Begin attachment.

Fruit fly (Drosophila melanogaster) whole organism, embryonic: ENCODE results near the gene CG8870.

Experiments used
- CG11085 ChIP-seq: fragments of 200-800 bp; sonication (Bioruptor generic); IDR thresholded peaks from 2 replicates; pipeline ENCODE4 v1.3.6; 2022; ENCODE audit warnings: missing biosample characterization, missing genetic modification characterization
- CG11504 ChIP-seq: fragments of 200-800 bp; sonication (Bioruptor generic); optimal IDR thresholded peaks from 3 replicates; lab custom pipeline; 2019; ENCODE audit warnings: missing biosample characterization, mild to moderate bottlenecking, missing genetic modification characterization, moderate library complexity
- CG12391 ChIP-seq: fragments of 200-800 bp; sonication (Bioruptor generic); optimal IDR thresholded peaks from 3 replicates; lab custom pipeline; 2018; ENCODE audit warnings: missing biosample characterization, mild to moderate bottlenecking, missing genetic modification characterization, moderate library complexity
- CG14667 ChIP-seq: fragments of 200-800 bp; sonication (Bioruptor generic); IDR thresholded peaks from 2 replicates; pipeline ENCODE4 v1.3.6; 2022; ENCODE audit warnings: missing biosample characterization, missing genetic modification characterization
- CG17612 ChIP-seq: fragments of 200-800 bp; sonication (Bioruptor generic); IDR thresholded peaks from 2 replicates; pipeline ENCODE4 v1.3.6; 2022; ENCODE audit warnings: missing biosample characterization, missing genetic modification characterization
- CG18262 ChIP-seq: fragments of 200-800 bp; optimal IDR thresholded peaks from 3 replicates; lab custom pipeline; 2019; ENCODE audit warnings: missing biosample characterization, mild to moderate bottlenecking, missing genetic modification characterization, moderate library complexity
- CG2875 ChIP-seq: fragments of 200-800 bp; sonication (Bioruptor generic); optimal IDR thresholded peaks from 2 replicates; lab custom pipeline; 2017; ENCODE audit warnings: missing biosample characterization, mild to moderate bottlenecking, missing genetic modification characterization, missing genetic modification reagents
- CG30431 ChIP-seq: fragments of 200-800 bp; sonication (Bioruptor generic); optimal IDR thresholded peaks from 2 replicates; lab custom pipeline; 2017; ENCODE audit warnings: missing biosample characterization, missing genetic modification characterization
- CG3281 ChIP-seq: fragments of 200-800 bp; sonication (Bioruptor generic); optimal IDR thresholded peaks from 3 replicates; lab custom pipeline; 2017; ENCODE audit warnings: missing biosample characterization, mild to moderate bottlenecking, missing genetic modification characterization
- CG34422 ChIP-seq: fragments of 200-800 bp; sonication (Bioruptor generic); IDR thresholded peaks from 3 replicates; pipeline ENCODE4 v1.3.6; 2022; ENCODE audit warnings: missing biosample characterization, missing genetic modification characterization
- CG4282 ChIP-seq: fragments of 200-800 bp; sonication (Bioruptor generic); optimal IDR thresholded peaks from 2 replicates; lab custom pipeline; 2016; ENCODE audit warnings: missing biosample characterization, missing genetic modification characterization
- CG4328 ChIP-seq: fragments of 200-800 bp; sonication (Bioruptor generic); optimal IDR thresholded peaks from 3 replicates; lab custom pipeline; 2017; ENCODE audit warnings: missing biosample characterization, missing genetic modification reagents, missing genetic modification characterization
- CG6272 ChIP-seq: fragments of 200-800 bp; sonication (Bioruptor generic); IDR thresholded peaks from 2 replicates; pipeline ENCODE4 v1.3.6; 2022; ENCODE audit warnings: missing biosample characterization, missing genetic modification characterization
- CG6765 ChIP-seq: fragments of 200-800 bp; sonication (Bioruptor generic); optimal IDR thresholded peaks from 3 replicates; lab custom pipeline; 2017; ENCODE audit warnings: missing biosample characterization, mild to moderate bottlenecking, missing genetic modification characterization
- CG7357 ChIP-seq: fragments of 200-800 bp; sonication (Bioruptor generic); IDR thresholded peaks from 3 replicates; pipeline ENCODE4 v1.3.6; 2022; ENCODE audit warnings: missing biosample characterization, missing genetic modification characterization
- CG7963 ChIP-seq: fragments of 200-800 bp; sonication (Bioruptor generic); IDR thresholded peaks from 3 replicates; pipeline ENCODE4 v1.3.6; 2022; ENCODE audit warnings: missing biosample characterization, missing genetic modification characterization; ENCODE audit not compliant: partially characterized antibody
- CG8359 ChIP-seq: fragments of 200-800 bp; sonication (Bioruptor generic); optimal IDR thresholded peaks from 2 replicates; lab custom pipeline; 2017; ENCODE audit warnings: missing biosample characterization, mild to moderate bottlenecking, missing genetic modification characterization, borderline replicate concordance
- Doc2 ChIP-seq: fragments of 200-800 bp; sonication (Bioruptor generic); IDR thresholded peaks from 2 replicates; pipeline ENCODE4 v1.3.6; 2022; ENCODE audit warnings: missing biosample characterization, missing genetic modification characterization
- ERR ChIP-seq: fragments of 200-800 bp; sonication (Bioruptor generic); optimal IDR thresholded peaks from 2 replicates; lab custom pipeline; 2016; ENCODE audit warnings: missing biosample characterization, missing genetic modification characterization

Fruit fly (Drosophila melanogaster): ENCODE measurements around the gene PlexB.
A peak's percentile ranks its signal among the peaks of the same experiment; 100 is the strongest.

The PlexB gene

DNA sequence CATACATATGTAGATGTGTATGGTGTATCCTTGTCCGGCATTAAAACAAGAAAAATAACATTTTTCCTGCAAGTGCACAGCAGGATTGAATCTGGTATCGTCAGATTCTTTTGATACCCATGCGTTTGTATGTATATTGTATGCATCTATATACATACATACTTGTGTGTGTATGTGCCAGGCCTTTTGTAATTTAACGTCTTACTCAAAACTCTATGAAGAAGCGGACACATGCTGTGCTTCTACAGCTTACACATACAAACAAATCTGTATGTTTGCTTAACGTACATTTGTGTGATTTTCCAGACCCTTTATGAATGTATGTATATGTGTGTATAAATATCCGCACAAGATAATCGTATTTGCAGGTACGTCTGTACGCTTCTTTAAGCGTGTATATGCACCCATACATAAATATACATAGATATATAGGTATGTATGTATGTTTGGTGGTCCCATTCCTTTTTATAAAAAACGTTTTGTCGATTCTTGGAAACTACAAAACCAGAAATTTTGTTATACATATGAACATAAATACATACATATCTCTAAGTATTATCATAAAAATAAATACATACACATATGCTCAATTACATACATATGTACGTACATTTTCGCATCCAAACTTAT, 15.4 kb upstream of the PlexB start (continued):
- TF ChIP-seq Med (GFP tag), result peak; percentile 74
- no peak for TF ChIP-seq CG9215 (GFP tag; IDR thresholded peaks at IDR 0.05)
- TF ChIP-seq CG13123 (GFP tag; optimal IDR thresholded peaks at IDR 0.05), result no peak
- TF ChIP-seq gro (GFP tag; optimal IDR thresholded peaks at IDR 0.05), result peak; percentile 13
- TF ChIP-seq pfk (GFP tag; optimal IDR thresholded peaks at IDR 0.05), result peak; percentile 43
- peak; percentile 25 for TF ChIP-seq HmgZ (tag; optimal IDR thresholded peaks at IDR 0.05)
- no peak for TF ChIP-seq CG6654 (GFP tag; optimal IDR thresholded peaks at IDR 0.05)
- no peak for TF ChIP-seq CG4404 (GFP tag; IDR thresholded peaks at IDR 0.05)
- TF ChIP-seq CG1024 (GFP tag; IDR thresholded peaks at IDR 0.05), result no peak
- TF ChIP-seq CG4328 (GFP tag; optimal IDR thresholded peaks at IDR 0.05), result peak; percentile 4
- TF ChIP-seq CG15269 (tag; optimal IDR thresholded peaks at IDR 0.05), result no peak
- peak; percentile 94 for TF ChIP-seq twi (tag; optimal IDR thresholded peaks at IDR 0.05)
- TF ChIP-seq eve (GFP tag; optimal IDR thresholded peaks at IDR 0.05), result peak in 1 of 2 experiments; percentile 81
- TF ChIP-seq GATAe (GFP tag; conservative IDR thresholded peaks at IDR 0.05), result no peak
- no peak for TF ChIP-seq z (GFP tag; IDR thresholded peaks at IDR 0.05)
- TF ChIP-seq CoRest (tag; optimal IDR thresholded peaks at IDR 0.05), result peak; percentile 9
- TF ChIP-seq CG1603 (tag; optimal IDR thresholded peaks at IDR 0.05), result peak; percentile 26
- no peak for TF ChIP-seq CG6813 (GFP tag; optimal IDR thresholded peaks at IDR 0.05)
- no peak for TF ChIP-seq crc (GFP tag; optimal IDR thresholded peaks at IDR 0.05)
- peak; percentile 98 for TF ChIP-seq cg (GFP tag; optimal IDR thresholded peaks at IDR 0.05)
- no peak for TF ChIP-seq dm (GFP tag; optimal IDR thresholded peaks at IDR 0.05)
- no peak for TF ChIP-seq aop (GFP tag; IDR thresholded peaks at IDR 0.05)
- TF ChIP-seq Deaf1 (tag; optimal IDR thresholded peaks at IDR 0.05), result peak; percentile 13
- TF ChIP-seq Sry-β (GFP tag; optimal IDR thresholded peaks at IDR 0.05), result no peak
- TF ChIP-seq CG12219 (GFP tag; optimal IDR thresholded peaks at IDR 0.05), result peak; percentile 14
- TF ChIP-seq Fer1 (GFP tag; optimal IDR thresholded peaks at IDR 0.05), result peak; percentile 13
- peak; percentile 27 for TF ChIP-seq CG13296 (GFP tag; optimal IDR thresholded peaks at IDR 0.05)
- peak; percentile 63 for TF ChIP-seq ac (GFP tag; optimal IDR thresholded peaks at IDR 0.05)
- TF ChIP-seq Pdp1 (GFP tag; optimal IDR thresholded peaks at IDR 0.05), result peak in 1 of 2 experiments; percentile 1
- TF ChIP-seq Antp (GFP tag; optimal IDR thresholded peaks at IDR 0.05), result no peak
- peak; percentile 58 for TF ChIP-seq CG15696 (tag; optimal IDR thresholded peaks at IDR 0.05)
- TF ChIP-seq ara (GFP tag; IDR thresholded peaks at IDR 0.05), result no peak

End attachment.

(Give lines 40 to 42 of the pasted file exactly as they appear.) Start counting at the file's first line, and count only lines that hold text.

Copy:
- no peak for TF ChIP-seq z (GFP tag; IDR thresholded peaks at IDR 0.05)
- TF ChIP-seq CoRest (tag; optimal IDR thresholded peaks at IDR 0.05), result peak; percentile 9
- TF ChIP-seq CG1603 (tag; optimal IDR thresholded peaks at IDR 0.05), result peak; percentile 26